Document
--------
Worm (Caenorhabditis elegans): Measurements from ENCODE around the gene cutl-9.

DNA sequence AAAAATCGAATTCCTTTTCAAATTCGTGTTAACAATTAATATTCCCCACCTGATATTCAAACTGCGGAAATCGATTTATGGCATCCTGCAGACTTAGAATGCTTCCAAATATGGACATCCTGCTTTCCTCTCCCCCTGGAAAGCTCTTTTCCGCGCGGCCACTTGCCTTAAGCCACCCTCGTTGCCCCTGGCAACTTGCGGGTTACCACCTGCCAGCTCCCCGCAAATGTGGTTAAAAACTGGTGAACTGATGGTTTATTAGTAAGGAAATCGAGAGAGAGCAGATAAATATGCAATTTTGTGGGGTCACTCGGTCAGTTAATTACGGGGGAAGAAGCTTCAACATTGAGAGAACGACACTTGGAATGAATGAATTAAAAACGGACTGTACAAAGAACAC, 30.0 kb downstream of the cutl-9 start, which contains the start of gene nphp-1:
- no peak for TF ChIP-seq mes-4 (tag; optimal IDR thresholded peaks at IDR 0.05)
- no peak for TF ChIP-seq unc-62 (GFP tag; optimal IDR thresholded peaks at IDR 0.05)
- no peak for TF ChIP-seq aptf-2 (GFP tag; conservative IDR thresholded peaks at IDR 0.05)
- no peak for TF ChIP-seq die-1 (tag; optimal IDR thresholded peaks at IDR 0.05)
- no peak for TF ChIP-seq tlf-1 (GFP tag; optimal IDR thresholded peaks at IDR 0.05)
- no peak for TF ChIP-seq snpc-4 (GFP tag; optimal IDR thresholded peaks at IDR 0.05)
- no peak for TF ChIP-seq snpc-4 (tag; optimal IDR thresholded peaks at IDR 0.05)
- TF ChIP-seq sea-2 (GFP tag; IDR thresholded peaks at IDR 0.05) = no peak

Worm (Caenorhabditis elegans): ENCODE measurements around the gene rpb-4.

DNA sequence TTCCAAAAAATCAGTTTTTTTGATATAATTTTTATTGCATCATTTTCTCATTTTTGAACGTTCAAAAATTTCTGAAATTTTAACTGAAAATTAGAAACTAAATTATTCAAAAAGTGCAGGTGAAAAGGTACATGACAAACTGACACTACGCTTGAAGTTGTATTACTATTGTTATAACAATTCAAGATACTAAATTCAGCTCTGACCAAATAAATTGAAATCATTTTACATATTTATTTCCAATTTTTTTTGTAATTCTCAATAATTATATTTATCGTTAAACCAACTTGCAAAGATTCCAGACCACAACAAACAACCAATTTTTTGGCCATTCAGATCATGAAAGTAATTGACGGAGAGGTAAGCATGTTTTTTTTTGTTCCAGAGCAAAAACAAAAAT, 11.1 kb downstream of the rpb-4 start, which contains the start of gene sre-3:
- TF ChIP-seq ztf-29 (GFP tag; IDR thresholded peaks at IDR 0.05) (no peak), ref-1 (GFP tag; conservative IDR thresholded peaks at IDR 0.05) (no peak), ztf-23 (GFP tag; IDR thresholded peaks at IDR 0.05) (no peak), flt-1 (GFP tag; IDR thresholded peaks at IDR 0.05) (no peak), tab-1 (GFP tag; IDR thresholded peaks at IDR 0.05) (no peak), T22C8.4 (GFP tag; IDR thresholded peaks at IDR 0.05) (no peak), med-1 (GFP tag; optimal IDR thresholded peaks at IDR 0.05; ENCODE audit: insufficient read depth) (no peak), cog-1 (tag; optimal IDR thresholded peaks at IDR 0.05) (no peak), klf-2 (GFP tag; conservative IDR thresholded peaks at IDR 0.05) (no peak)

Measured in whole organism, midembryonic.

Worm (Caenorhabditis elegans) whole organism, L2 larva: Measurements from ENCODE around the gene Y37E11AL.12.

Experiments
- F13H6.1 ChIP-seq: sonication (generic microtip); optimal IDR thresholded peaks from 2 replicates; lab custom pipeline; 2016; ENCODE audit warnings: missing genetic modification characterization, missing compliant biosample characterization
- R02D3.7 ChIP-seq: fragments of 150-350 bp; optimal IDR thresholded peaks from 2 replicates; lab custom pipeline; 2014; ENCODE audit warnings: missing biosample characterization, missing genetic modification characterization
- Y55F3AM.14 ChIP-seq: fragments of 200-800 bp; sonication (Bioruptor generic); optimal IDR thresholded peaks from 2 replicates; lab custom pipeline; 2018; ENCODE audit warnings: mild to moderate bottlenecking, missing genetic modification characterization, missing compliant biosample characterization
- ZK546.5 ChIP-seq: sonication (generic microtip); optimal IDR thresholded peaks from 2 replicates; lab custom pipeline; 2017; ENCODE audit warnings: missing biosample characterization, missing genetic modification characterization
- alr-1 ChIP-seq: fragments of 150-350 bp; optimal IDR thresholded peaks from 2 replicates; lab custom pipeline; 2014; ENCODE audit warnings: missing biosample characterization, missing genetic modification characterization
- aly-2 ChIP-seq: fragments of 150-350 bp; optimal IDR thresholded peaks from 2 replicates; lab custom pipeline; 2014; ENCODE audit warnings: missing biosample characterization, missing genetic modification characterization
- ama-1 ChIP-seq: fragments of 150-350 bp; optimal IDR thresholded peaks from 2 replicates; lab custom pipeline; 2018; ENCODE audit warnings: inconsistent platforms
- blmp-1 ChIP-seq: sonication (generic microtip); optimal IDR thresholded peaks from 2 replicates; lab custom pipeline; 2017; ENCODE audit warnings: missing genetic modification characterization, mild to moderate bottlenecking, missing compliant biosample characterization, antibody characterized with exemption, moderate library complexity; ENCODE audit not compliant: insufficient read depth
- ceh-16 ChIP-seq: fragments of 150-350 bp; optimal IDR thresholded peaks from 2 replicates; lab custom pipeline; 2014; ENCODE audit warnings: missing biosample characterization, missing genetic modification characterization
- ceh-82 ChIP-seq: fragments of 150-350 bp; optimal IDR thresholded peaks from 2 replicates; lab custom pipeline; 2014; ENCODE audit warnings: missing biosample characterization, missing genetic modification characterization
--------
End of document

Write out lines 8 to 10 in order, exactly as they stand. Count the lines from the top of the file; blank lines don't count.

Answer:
- no peak for TF ChIP-seq snpc-4 (GFP tag; optimal IDR thresholded peaks at IDR 0.05)
- no peak for TF ChIP-seq snpc-4 (tag; optimal IDR thresholded peaks at IDR 0.05)
- TF ChIP-seq sea-2 (GFP tag; IDR thresholded peaks at IDR 0.05) = no peak